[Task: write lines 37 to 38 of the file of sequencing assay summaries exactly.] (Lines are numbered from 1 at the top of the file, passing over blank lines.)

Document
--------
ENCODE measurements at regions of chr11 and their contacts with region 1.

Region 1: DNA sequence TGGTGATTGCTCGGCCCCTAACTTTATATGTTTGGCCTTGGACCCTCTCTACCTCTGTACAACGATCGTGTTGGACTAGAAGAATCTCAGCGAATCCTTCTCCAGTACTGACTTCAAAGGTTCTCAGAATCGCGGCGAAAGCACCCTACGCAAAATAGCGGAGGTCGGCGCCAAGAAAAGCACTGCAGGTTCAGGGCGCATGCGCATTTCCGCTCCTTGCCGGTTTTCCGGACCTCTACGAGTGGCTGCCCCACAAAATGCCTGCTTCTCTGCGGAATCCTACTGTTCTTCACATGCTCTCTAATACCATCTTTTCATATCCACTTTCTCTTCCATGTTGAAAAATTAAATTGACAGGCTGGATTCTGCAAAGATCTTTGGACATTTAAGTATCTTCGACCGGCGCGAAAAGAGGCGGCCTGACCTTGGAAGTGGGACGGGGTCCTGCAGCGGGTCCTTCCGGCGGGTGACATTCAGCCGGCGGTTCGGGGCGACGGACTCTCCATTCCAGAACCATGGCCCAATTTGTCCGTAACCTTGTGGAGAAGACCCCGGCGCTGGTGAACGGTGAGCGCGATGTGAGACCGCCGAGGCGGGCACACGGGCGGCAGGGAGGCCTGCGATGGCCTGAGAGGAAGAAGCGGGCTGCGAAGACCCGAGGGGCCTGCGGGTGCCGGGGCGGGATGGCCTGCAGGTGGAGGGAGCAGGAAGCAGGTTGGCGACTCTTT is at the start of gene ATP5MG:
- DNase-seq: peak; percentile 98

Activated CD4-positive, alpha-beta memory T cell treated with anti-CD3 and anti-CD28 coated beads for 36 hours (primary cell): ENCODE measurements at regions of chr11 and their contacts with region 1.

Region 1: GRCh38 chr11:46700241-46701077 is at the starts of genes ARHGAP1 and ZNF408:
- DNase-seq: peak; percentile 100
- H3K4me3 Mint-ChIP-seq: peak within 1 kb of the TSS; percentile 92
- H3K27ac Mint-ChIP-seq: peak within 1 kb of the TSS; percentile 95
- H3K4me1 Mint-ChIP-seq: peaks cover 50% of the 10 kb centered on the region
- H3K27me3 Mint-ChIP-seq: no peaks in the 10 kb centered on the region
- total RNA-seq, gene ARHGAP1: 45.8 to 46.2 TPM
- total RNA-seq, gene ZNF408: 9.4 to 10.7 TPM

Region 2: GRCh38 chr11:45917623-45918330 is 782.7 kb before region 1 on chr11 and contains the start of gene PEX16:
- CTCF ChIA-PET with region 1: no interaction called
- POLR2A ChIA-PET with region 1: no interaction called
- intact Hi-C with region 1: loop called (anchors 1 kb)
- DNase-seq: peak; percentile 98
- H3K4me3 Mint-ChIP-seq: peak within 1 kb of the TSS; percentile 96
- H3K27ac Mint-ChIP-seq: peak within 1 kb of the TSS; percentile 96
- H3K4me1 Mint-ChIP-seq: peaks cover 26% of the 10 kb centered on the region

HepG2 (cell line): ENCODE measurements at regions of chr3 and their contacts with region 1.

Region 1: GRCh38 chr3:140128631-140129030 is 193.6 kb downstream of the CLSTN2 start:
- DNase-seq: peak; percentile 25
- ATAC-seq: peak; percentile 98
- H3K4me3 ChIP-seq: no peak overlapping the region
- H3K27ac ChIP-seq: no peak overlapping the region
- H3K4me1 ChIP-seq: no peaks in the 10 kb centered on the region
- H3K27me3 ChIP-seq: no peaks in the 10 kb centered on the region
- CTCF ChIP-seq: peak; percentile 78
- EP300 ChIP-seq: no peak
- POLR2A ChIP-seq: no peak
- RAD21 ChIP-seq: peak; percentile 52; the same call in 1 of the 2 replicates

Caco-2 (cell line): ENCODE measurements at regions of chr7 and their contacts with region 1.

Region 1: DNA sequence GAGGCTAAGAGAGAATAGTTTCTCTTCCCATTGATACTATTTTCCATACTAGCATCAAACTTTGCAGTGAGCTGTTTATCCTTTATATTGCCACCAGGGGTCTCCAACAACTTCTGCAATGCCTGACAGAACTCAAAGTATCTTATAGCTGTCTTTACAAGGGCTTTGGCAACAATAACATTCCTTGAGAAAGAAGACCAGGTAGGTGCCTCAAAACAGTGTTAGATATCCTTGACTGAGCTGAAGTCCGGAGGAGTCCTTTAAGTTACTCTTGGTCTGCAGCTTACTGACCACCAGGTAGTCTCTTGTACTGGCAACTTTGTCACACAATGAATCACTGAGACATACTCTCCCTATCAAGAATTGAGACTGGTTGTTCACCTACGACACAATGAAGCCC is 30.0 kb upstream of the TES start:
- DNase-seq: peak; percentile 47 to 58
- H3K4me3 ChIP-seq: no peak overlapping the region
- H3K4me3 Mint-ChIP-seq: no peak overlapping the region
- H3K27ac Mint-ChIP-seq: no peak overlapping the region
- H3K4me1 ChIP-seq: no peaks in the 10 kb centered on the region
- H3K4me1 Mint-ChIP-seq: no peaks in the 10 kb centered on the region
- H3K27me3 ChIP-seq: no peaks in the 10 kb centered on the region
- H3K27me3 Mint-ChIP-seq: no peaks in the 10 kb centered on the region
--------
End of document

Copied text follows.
- H3K4me3 Mint-ChIP-seq: no peak overlapping the region
- H3K27ac Mint-ChIP-seq: no peak overlapping the region